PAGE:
Understanding the differences between types of French regions versus types of French grapes will help you to pick a wine that better suits your taste and make your money worth!
It’s a Sunday morning and you’re doing grocery shopping at the hypermarket. You stream down each aisle, unimpressed by the thousands and thousands of products on the shelves that have been specially designed and packaged to vie for your attention. As usual, you got a six pack and as you continue down the alcohol section, you’re overwhelmed by the selections of wines and their labels. You casually picked up a bottle and try to figure out what on earth is the label all about and you are embarrassed that you only understood “ALC 13.5% BY VOL” and “PRODUCT OF FRANCE”.
If you find yourself in a situation like that, why not take few minutes to read through this short guide and understand how you can discover the basics of French Wine by deciphering traditional French wine labels.
There are 6 major wine regions in France – Alsace, Bordeaux, Burgundy, Champagne, Loire and Rhône. Let’s focus on the main points of each region, the type of grapes that are grown and the styles of wine produced.
Sandwiched between Germany and France yet separated from both by the Vosges Mountains to the west and the River Rhine to the east, Alsace is a region that has both French and German influences in its grape varietals and winemaking.
Primary Grapes - Riesling, Gewurztraminer, Pinot Gris, Pinot Blanc, Muscat, Pinot Noir
General Style – dry with a full body, notable spicy flavour, some sweet dessert wines
Located in the southwest corner of France, this region's bold red blends, based around Cabernet Sauvignon and Merlot, are the benchmarks by which all other wines of this style are compared. Although there are dry and sweet white wines made primarily of Sauvignon Blanc and Sémillon, this is predominately a red wine region. Cabernet Sauvignon and Merlot are the dominant grape varieties in practically all red Bordeaux wines; Cabernet Franc is the third most-utilized grape variety, followed by Petite Verdot and Malbec.
Five Grape Varieties of Red Bordeaux - Cabernet Sauvignon, Merlot, Cabernet Franc, Petit Verdot, Malbec
General Style - full-bodied, dry, earthy red wines
Located far inland near the eastern border of France, Burgundy is the one region equally famous for both its reds and whites. When it comes to effects of soils and topography on the wines, Burgundy offers opportunities to explore that are matched by few other regions.
Primary Grapes - Pinot Noir, Chardonnay
General Style - elegant, light-bodied, red fruit flavoured Pinot Noir and expressions of Chardonnay that range from the lean, steely, high acid wines of Chablis to more full-bodied, riper-fruited wines of Macon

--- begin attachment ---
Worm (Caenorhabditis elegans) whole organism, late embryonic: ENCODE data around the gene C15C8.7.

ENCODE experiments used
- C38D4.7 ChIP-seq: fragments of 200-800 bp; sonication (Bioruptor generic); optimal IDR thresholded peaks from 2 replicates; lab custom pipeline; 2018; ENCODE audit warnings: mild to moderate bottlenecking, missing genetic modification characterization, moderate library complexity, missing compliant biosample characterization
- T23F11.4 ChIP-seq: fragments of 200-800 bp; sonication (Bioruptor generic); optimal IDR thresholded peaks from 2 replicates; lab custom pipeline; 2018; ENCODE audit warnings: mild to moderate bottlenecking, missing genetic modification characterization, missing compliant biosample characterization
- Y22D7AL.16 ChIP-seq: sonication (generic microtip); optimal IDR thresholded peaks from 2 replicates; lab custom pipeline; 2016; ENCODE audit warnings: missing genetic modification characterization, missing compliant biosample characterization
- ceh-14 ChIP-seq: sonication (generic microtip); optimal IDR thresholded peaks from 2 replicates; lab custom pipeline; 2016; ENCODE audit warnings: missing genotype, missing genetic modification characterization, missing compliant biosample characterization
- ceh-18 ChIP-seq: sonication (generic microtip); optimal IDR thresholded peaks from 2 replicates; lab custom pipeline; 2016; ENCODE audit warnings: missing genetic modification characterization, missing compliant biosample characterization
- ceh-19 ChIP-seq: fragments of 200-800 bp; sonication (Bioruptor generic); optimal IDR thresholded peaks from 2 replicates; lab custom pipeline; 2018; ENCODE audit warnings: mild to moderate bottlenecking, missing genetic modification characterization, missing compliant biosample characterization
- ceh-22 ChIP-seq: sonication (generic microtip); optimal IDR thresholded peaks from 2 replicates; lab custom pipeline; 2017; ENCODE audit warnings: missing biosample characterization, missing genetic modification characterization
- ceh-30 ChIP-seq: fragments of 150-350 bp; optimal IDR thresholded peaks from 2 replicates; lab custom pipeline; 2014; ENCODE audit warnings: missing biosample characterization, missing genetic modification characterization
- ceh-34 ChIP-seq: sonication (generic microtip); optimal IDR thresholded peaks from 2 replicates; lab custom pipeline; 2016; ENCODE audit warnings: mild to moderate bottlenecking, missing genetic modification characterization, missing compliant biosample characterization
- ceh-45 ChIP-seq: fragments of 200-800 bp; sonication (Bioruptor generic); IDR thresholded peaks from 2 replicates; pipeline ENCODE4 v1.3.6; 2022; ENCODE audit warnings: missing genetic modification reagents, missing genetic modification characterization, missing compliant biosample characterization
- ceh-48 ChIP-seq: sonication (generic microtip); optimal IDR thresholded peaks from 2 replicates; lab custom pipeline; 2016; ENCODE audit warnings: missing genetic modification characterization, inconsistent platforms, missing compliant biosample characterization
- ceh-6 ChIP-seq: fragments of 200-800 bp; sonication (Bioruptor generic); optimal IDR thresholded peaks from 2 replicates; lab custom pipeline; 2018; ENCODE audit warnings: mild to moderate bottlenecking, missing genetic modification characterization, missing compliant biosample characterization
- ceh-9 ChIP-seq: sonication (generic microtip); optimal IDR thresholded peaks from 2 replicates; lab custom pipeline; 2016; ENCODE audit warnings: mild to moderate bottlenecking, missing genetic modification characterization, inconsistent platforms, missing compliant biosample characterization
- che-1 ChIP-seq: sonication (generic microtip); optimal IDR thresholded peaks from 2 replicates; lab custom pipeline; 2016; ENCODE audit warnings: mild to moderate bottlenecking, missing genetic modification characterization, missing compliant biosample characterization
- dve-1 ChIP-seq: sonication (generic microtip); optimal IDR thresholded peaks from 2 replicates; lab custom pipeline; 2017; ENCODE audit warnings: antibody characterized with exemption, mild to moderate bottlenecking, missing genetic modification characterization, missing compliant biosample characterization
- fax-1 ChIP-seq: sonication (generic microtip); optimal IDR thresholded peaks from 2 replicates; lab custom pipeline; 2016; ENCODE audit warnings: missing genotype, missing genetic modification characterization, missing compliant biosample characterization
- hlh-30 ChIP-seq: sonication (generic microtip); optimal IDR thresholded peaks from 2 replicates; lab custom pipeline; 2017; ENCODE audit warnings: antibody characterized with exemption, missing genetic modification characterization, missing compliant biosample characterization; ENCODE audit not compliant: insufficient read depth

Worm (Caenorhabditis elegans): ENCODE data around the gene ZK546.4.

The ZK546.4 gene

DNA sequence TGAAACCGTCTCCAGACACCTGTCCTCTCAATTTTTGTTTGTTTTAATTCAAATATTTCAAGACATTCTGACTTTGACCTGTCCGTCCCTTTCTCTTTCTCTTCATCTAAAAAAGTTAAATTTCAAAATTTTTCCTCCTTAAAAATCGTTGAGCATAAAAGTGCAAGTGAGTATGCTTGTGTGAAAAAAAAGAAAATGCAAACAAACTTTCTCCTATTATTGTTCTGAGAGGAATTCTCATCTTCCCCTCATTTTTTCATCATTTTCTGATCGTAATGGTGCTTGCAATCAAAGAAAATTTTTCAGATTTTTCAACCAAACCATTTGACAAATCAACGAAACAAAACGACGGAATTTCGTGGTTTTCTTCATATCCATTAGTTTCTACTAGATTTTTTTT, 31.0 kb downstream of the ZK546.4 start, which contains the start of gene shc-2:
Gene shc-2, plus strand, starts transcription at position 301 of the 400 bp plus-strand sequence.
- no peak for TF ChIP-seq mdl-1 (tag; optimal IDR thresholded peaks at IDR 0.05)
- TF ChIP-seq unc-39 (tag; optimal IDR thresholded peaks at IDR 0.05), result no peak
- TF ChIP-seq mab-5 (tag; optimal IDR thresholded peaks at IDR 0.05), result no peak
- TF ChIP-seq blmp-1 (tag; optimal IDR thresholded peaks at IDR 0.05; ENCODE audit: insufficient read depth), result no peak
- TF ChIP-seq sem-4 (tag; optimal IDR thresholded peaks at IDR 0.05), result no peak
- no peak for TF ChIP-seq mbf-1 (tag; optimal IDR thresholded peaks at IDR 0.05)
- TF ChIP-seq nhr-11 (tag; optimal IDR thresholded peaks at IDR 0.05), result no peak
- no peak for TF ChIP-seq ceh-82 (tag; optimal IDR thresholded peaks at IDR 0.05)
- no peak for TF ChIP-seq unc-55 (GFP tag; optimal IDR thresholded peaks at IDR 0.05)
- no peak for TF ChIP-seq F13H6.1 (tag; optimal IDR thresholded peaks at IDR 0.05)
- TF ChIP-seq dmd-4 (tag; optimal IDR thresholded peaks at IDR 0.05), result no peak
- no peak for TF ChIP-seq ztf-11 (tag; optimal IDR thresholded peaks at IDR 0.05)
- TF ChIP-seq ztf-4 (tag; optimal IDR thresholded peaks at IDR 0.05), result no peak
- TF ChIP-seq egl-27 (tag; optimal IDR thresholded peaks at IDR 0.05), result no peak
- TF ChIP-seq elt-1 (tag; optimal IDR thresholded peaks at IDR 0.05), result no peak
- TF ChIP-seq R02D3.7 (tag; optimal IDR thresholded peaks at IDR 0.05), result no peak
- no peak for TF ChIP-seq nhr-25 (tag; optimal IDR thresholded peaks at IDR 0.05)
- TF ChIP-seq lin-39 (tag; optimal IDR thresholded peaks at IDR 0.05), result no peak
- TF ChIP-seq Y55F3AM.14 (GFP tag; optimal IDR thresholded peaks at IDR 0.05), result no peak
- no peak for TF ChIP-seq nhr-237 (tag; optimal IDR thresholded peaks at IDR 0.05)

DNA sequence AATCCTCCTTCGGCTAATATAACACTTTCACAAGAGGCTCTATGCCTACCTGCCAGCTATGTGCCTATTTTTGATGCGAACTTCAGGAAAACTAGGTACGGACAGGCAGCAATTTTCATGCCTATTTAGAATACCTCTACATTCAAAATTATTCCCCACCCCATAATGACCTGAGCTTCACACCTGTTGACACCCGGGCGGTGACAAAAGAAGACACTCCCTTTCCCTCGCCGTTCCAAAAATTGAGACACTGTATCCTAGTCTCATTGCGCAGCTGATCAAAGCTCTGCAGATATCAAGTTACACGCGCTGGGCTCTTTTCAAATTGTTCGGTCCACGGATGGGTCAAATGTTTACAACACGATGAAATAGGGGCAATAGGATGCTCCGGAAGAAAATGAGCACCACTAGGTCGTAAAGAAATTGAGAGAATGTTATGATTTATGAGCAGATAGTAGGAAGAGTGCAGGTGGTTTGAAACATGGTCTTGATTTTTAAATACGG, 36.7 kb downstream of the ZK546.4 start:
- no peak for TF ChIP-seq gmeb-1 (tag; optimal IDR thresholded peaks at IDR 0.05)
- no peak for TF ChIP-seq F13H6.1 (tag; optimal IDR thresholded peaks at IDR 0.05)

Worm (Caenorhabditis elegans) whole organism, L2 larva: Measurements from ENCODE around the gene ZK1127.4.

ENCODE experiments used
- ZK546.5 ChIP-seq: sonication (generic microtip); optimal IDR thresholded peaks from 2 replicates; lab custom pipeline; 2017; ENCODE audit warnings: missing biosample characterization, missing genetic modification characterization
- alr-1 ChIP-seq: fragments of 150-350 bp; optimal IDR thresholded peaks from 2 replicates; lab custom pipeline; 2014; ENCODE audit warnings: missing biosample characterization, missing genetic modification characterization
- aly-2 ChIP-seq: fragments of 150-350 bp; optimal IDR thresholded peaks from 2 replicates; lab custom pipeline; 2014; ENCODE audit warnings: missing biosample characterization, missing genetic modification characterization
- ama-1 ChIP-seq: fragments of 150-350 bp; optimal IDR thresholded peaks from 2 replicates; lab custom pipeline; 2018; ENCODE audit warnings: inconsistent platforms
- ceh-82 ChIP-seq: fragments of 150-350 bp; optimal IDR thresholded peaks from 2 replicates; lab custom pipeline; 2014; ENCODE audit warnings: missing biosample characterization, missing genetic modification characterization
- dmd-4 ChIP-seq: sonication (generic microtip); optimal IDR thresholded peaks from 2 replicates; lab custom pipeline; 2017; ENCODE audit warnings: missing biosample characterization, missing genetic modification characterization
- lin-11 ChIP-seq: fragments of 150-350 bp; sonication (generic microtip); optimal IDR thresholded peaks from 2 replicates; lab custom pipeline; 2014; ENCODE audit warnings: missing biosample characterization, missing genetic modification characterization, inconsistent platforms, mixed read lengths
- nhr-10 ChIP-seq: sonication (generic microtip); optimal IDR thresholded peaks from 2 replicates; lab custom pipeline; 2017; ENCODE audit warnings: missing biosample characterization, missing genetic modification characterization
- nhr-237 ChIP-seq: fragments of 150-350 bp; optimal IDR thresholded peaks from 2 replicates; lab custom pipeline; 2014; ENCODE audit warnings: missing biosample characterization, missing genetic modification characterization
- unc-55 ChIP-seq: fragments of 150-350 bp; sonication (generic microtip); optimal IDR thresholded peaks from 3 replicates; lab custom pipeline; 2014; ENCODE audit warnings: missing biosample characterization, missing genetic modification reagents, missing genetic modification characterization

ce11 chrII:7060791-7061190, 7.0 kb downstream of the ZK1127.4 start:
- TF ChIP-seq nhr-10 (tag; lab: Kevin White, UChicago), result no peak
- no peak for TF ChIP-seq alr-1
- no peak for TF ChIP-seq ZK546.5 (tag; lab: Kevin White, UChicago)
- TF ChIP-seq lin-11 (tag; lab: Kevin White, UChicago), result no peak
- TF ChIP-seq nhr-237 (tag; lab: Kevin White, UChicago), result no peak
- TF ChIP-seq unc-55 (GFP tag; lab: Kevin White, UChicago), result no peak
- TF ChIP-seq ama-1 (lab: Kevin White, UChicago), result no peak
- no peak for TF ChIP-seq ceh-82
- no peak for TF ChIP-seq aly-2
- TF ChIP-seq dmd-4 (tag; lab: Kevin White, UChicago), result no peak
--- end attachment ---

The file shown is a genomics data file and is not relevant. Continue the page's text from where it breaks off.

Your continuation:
Located in the far north of France, Champagne is France's most northerly Appellation Contrôlée area, lying 90 miles Northeast of Paris. Most of the wines are blended from multiple vintages (NV).
Primary Grapes - Pinot Noir, Chardonnay, Pinot Munier
General Style - fully sparkling wines with high acidity
Most Champagne is a blend of these three grapes; however, three other specific styles are commonly seen.
Blanc de Blancs - sparkling white wine made from 100% Chardonnay
Blanc de Noirs - sparkling white wine made from either Pinot variety
Rosé - sparkling pink wine blended from red and white grapes
Located in the heart of France, the Loire is the country's longest river. Here the vineyards can be loosely grouped into 4 sub-regions- Centre, Touraine, Anjou-Saumur and the Nantais. Each focuses on specific grapes and styles. This is the most difficult region in France to learn, as virtually every possible style of wine is made here.
Primary Grapes - Cabernet Franc, Sauvignon Blanc, Chenin Blanc, Melon de Bourgogne
General Style - racy, herbaceous, citrus, mineral notes, light and fruity
Herbaceous, crisp Sauvignon Blanc - Sancerre, Pouilly-Fumé
Rich and velvety Cabernet Franc - Chinon, Bourgueil
Fruity, light Cabernet Franc - Anjou-Saumur
Rich, citrus and mineral driven Melon de Bourgogne - Muscadet
Dramatic Chenin Blanc, high acidity, from sweet to dry - Savennieres, Vouvray
Located in the southeast corner of France, the Rhône River is one of the great wine rivers of the world. It flows through some of the country's most diverse vineyard land on its way to the Mediterranean Sea. The Rhône falls into two distinct parts; Northern and Southern Rhone which is affected by different climates and largely different grape varieties.
Primary Grapes - Syrah, Viognier Grenache, Marsanne, Roussanne Mourvedre
General Style - wild, gamey reds; rich, aromatic whites; and bone-dry rosés